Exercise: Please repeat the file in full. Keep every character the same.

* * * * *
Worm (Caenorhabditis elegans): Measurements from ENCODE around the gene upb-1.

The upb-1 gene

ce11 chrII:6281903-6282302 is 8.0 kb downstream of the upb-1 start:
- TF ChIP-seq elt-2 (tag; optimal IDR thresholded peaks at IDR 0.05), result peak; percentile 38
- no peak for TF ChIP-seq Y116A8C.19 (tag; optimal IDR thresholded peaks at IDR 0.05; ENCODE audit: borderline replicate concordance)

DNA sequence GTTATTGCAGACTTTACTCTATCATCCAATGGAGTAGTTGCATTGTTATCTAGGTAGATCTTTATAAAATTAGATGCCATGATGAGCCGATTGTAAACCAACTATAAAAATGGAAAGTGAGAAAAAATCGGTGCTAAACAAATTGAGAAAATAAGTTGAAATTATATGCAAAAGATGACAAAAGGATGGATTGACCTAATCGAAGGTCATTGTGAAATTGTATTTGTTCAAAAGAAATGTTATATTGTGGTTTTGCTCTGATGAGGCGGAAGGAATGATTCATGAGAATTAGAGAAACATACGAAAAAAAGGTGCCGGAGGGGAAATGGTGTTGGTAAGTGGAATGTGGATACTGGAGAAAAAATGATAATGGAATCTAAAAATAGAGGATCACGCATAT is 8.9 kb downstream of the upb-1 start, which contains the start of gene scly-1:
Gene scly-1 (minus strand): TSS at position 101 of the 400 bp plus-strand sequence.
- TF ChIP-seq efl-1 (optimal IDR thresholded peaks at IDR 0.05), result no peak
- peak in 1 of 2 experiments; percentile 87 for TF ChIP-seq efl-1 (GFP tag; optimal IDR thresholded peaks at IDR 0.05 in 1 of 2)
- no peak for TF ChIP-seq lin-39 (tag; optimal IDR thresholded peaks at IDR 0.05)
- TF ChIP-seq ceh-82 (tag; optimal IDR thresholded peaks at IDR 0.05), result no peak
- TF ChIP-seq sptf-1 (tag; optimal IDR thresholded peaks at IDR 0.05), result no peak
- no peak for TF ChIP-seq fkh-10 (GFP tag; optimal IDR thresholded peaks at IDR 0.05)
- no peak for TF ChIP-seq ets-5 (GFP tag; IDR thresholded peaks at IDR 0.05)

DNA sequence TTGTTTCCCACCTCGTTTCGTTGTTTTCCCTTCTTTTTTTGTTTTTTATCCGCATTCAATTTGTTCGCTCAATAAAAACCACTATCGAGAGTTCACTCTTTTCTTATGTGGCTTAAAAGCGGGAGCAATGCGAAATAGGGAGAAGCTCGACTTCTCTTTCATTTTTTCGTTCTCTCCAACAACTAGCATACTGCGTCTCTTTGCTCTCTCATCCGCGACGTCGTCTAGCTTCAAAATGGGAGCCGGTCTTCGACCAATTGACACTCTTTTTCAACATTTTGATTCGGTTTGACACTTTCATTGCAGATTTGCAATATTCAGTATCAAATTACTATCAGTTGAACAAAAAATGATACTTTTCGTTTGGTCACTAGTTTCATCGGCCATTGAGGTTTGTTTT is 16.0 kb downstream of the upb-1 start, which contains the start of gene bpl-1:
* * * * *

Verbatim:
Worm (Caenorhabditis elegans): Measurements from ENCODE around the gene upb-1.

The upb-1 gene

ce11 chrII:6281903-6282302 is 8.0 kb downstream of the upb-1 start:
- TF ChIP-seq elt-2 (tag; optimal IDR thresholded peaks at IDR 0.05), result peak; percentile 38
- no peak for TF ChIP-seq Y116A8C.19 (tag; optimal IDR thresholded peaks at IDR 0.05; ENCODE audit: borderline replicate concordance)

DNA sequence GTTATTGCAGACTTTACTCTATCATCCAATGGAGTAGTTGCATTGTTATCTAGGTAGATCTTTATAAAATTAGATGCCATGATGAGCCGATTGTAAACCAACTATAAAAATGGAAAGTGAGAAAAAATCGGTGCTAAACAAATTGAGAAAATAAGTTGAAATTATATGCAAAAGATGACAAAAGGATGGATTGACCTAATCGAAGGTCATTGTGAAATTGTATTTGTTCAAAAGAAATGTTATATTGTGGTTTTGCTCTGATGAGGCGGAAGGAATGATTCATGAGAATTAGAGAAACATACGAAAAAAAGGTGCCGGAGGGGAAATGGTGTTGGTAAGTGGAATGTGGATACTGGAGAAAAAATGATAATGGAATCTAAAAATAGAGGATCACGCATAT is 8.9 kb downstream of the upb-1 start, which contains the start of gene scly-1:
Gene scly-1 (minus strand): TSS at position 101 of the 400 bp plus-strand sequence.
- TF ChIP-seq efl-1 (optimal IDR thresholded peaks at IDR 0.05), result no peak
- peak in 1 of 2 experiments; percentile 87 for TF ChIP-seq efl-1 (GFP tag; optimal IDR thresholded peaks at IDR 0.05 in 1 of 2)
- no peak for TF ChIP-seq lin-39 (tag; optimal IDR thresholded peaks at IDR 0.05)
- TF ChIP-seq ceh-82 (tag; optimal IDR thresholded peaks at IDR 0.05), result no peak
- TF ChIP-seq sptf-1 (tag; optimal IDR thresholded peaks at IDR 0.05), result no peak
- no peak for TF ChIP-seq fkh-10 (GFP tag; optimal IDR thresholded peaks at IDR 0.05)
- no peak for TF ChIP-seq ets-5 (GFP tag; IDR thresholded peaks at IDR 0.05)

DNA sequence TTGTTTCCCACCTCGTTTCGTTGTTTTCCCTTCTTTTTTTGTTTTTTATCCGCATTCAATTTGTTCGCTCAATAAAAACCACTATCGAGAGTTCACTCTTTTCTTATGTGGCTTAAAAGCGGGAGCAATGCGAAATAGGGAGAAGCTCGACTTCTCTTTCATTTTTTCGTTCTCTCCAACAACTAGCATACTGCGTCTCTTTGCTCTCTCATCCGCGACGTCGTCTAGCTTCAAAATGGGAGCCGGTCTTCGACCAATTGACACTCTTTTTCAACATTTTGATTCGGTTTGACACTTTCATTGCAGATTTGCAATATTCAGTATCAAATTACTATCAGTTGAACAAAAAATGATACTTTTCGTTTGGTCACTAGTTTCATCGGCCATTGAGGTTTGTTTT is 16.0 kb downstream of the upb-1 start, which contains the start of gene bpl-1: